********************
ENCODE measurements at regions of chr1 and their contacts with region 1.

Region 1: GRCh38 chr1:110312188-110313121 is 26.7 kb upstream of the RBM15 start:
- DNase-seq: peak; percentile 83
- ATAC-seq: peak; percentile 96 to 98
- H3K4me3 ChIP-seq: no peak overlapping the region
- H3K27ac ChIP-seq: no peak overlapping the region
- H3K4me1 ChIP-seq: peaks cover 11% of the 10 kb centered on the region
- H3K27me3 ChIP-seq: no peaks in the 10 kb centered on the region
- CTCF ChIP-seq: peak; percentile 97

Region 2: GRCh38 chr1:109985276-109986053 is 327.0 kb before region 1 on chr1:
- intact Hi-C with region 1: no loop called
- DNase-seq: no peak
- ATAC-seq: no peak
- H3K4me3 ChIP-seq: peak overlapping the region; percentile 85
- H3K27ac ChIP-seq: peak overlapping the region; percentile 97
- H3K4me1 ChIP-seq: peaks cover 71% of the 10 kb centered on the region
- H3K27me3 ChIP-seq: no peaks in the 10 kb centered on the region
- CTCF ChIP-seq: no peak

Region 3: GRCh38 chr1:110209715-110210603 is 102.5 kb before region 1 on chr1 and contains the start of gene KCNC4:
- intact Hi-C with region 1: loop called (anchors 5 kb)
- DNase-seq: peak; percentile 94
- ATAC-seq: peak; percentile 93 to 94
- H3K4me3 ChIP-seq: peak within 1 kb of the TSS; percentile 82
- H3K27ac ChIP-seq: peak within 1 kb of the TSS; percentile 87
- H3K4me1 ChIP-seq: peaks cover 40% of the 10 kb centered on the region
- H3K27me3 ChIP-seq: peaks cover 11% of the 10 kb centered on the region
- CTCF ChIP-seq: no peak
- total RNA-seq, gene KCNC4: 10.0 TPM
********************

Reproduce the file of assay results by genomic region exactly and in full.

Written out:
ENCODE measurements at regions of chr1 and their contacts with region 1.

Region 1: GRCh38 chr1:110312188-110313121 is 26.7 kb upstream of the RBM15 start:
- DNase-seq: peak; percentile 83
- ATAC-seq: peak; percentile 96 to 98
- H3K4me3 ChIP-seq: no peak overlapping the region
- H3K27ac ChIP-seq: no peak overlapping the region
- H3K4me1 ChIP-seq: peaks cover 11% of the 10 kb centered on the region
- H3K27me3 ChIP-seq: no peaks in the 10 kb centered on the region
- CTCF ChIP-seq: peak; percentile 97

Region 2: GRCh38 chr1:109985276-109986053 is 327.0 kb before region 1 on chr1:
- intact Hi-C with region 1: no loop called
- DNase-seq: no peak
- ATAC-seq: no peak
- H3K4me3 ChIP-seq: peak overlapping the region; percentile 85
- H3K27ac ChIP-seq: peak overlapping the region; percentile 97
- H3K4me1 ChIP-seq: peaks cover 71% of the 10 kb centered on the region
- H3K27me3 ChIP-seq: no peaks in the 10 kb centered on the region
- CTCF ChIP-seq: no peak

Region 3: GRCh38 chr1:110209715-110210603 is 102.5 kb before region 1 on chr1 and contains the start of gene KCNC4:
- intact Hi-C with region 1: loop called (anchors 5 kb)
- DNase-seq: peak; percentile 94
- ATAC-seq: peak; percentile 93 to 94
- H3K4me3 ChIP-seq: peak within 1 kb of the TSS; percentile 82
- H3K27ac ChIP-seq: peak within 1 kb of the TSS; percentile 87
- H3K4me1 ChIP-seq: peaks cover 40% of the 10 kb centered on the region
- H3K27me3 ChIP-seq: peaks cover 11% of the 10 kb centered on the region
- CTCF ChIP-seq: no peak
- total RNA-seq, gene KCNC4: 10.0 TPM